Sweetbreads are definitely not everyone’s idea of food. And contrary to popular rumor, they aren’t pan-fried bull testicles. But if you get caught up in the concept of them (or definition of them, actually) as animals’ endocrine glands, without the experience of them (tasting what a great chef can transform them into), you’re missing out on a potentially sublime food.
When done properly, sweetbreads are among my Pantheon of great things to eat. But when done poorly, sweetbreads can be gooey and gross. People’s revulsion to foods, curiously, are usually aligned more with unsatisfactory texture than taste. So, needless to say, there’s a wider opportunity for error with sweetbreads than the clear, thin line to sweetbreads glory. This is a round-up review of three San Francisco restaurants that serve sweetbreads on a fairly regular basis. I left prices off, as they will likely change more over time than regular menu items.
The Spot #1: Canteen, Sweetbreads
The Grade: Awesome (5 out of 5)
I don’t know if the grade is high enough, because Canteen’s sweetbreads are likely the best I’ve ever eaten in my life. Like most dishes that Canteen owner/chef Dennis Leary puts out on the bright green countertop, his sweetbreads are just phenomenal. I wish they were on the menu more often, frankly. They are simply prepared and plated, and have the perfect sweetbreads texture: slightly crisp on the outside and tender inside. The appetizer is large enough to share (as most sweetbreads are), but I didn’t share mine. (I’m not cruel; I was just dining alone.) A little blanched spinach and jus with the sweetbreads, and that’s it. That’s all you need. It was simple and it was incredible. Kudos to Dennis Leary.
The Spot #2: Fringale, Sweetbreads
The Grade: Great (3 out of 5)
Fringale is an under-recognized French restaurant, perhaps because it’s neither new nor trendy after over a dozen years in its quaint SOMA location on 4th Street between Bryant and Brannan. Fringale consistently serves up classic French cuisine at pretty reasonable prices, so it should probably be back on people’s radars, if it fell off or if they’ve not dined there yet. Fringale’s sweetbreads are a bit larger in size, doused with a darker, richer gravy, and laid atop fresh asparagus spears. The sweetbreads are nicely prepared, and the pairing of the asparagus offers a nice counterbalance to the richness of the sweetbreads in gravy. This is definitely one you should share.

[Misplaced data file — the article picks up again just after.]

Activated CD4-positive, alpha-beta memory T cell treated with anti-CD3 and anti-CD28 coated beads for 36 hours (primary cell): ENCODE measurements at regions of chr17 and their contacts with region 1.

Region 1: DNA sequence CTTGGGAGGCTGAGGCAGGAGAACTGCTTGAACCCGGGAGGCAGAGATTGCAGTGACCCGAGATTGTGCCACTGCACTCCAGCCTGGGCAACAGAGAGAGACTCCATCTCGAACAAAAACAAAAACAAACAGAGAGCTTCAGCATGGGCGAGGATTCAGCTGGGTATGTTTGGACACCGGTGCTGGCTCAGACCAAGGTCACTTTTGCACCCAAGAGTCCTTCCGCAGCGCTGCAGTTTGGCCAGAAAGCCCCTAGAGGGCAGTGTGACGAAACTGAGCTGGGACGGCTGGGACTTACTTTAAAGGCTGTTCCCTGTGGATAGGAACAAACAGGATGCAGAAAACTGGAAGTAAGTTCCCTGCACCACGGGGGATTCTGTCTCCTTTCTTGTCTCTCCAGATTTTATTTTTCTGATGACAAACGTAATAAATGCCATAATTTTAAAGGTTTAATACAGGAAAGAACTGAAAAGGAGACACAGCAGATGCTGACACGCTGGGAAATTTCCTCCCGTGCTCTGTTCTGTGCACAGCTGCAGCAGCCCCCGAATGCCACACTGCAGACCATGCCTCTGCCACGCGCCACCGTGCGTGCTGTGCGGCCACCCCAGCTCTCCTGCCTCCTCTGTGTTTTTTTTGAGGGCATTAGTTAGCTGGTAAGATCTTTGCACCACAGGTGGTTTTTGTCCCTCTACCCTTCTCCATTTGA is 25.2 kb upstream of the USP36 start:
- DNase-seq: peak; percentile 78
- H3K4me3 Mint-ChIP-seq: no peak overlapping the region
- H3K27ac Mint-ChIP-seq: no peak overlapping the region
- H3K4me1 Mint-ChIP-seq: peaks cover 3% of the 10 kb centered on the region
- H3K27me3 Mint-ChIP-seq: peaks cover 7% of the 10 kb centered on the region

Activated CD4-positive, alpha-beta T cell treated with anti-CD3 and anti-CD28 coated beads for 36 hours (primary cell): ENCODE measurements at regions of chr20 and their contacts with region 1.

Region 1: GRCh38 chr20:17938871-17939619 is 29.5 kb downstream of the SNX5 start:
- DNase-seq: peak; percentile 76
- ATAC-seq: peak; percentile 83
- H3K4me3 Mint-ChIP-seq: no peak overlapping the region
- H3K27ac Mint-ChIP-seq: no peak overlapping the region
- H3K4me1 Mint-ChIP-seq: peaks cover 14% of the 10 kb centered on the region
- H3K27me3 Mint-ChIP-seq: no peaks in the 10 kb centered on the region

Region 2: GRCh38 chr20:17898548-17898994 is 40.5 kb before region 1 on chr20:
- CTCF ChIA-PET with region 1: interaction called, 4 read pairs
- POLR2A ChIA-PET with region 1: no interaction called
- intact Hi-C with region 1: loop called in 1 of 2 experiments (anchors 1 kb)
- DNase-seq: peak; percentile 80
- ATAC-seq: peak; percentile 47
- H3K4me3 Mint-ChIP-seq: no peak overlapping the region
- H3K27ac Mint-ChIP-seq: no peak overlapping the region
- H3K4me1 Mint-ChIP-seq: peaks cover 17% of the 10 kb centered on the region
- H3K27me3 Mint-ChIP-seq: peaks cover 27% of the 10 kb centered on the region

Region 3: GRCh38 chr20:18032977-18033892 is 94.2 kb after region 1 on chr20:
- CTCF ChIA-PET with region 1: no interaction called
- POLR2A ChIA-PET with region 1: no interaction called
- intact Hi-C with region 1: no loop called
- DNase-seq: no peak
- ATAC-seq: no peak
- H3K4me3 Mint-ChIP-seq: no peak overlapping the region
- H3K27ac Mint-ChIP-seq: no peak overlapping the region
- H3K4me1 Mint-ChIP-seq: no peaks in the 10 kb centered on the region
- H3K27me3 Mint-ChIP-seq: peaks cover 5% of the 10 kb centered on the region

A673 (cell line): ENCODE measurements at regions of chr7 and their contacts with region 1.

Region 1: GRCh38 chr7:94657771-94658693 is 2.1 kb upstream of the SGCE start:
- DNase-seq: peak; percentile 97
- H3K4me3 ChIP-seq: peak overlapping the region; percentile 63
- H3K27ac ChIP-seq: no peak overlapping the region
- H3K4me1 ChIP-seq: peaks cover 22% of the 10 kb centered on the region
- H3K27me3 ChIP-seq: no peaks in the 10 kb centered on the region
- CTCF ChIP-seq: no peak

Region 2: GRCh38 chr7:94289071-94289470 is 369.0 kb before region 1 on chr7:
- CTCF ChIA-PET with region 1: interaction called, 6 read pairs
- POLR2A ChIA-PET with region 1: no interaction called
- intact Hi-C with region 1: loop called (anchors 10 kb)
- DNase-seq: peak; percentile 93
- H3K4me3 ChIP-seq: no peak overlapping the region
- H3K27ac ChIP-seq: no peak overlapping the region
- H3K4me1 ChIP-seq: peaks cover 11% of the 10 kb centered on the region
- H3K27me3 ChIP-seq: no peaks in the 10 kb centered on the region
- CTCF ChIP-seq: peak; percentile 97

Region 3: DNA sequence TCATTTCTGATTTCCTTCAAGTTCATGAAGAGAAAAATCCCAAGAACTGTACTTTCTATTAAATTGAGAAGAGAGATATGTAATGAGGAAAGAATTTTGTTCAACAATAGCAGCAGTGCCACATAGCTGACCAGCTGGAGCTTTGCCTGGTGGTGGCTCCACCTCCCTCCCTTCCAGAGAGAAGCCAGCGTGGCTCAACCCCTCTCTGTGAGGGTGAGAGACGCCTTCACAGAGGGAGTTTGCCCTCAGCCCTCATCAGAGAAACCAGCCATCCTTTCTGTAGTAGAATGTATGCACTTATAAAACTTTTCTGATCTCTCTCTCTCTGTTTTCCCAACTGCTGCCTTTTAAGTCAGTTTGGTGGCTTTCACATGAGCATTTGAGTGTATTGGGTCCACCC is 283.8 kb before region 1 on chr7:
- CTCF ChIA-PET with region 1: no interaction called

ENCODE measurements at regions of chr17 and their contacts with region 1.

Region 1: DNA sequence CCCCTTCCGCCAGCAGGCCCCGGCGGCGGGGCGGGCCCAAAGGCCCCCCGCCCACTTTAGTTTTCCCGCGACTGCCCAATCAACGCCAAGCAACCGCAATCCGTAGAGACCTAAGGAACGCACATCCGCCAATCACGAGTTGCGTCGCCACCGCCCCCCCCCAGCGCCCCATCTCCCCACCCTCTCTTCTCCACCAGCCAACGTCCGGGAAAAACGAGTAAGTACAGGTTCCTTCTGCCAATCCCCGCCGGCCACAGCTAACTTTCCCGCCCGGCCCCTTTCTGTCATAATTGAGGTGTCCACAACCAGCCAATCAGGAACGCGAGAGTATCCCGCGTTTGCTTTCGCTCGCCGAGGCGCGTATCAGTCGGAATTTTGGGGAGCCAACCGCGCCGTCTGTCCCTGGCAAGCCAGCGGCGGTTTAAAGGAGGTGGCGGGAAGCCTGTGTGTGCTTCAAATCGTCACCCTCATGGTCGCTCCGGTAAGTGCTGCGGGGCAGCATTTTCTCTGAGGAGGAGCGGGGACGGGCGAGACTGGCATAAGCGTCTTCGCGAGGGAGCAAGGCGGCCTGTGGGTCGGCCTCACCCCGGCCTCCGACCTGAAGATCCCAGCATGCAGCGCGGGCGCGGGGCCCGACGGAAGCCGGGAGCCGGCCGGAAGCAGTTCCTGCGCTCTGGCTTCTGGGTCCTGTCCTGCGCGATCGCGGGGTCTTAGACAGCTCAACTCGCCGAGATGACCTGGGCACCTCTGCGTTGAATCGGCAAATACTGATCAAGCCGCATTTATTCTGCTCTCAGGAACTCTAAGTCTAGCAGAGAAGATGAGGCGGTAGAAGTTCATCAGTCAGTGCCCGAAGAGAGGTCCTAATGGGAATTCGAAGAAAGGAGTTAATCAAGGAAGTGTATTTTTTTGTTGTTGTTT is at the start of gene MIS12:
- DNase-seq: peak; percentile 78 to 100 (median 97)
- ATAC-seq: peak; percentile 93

The Spot #3: Piperade, Sweetbreads
The Grade: Very Good (2 out of 5)
Piperade is a restaurant sporting high cool factor, due to its proximity to the many ad agencies in the neighborhood, and the cool agency folk who frequent it. Unable to say no to sweetbreads, I tried them at Piperade and, while I enjoyed them, they do have a few shortcomings. For my palate, the sweetbreads were a bit too soft all the way around. A bit crisper exterior would have been a major improvement. And, while I don’t mind sweetbreads being sloppily plated, I think the swamp of gravy didn’t elevate the taste or presentation. It had a good taste, but fell short of the gravies from Fringale and Canteen, and the amount of sauce here may have also contributed to keeping the sweetbreads too soft. So Piperade gets a ‘very good’ grade, along with my hearty encouragement to improve the dish.
THE SKINNY FOR SWEETBREADS IN SF, VOLUME 1:
1.Canteen 817 Sutter Street, San Francisco, CA 94109 Phone: (415) 928-8870 Web:www.sfcanteen.com
2.Fringale 570 Fourth Street, San Francisco, CA 94107 Phone: (415) 543-0573 Web: www.fringalesf.com
3.Piperade 1015 Battery Street, San Francisco, CA 94111 Phone: (415) 391-2555 Web: www.piperade.com